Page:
(CNN) - As the crisis surrounding nuclear plants devastated by the earthquake and tsunami in Japan continues, a new poll released Thursday suggests Americans are increasingly wary of nuclear power and the threat of a nuclear disaster.
According to the USA Today/Gallup poll, 70 percent of respondents said the events in Japan caused greater concern about the threat of a nuclear disaster occurring in the United States. 39 percent of those surveyed said they are "a lot more concerned."
The poll also found that support for the use of nuclear power in the United States has decreased; 44 percent of those in favor and 47 percent opposed to "the construction of nuclear power plants in the United States."
That number marks a shift from a poll taken earlier this month, prior the earthquake in Japan, in which 57 percent of Americans said they strongly or somewhat favor using nuclear energy to provide electricity.
The USA Today/Gallup Poll was conducted March 11-13, with 1,004 American adults nationwide questioned by telephone. The survey's overall sampling error is plus or minus four percentage points
On Friday, March 11, a magnitude 9.0 earthquake struck Japan roughly 230 miles northeast of Tokyo. Following the quake– the largest ever to hit the country– a massive tsunami slammed into the coastline, destroying homes, boats and roads.
The death toll has risen to over 5,000, according to authorities. The number of dead is expected to go up as rescuers reach more hard-hit areas.
The Fukushima Daiichi nuclear power plant was crippled by the quake and ensuing tsunami, and a nuclear emergency was declared. Officials reported that the earthquake and tsunami cut off the plant's electrical power and that backup generators had been disabled by the tsunami, sparking fears of a widespread release of radioactive materials.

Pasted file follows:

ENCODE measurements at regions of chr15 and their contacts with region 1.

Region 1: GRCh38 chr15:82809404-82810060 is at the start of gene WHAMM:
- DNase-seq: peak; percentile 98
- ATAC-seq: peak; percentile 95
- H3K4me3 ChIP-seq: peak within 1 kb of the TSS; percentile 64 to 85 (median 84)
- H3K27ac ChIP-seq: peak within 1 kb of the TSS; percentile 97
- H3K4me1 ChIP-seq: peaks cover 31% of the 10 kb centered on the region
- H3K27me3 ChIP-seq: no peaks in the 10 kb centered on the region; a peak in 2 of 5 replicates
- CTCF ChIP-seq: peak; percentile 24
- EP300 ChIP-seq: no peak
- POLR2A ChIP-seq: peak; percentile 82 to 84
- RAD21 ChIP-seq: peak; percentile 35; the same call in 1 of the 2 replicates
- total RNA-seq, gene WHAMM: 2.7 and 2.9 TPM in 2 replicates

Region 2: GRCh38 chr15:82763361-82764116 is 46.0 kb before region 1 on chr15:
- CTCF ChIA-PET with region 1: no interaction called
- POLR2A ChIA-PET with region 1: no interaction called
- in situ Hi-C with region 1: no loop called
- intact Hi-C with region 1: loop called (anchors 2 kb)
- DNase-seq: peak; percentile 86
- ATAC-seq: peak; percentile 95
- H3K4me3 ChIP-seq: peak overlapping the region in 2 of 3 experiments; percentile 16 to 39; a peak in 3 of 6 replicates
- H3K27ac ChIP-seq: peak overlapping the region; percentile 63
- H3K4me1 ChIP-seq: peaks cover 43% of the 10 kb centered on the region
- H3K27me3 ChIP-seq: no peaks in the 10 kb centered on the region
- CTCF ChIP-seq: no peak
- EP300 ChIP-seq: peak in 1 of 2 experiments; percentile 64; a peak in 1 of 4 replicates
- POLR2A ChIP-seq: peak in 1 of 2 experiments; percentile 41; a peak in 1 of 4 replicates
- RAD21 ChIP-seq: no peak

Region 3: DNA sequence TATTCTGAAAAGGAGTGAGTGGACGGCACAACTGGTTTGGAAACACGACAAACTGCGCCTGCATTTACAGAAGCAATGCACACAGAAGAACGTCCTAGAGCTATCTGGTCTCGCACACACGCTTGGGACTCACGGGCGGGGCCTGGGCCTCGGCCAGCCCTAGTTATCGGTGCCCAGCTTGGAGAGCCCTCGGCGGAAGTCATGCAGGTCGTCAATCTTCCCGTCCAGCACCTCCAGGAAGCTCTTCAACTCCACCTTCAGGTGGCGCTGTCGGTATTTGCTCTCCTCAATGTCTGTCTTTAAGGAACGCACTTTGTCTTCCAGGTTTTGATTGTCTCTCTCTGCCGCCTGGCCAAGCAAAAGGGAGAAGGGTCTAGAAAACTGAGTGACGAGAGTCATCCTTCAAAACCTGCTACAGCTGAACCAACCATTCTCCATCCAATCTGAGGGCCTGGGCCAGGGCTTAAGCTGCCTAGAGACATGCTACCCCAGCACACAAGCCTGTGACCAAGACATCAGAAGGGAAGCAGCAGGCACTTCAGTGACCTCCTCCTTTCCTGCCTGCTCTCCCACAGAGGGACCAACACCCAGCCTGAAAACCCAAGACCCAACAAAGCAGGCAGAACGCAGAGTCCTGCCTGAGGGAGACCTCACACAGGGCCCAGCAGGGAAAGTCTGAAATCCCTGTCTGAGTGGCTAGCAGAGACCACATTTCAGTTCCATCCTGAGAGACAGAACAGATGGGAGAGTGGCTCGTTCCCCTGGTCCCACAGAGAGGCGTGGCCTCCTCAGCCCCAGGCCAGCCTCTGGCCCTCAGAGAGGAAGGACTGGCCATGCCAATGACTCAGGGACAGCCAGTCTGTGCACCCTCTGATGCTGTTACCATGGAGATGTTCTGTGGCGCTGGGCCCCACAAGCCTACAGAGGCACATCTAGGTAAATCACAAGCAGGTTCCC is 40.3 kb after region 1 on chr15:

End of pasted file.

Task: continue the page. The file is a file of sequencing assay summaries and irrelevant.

Crisis in Japan: How you can help
For more on the concerns surrounding the Fukushima Daiichi nuclear plant, click here
For more on rescue efforts, click here
Find a safety way to get rid of nuclear waste and then we can talk.
I fall into the 39% of those alot more concerned. Until we see the outcome of what happens in Japan, we should be very cautious and wary of building any new nuke plants. Nuclear energy is not a new form of energy. We need to focus solely on energy that is non hazardous to the environment. Digging for oil is dangerous. Mining for coal is dangerous. Nuclear power is dangerous. I don't see the danger in solar and wind power.
"44 percent of those in favor and 47 percent opposed to "the construction of nuclear power plants in the United States."
And, when all the dust settles, that number will once again go back up to a majority supporting nuclear power plants. Wonder if those being polled are aware of the radiation levels in the food they already eat, the water they already drink, and the air they already breathe here in America? Funny thing about radiation . . . the wind takes it where it will . . . contaminating the land, contaminating the oceans, and contaminating the air . . . as it makes it's travels around the world. Been happening for well over 60 years now. Even in America.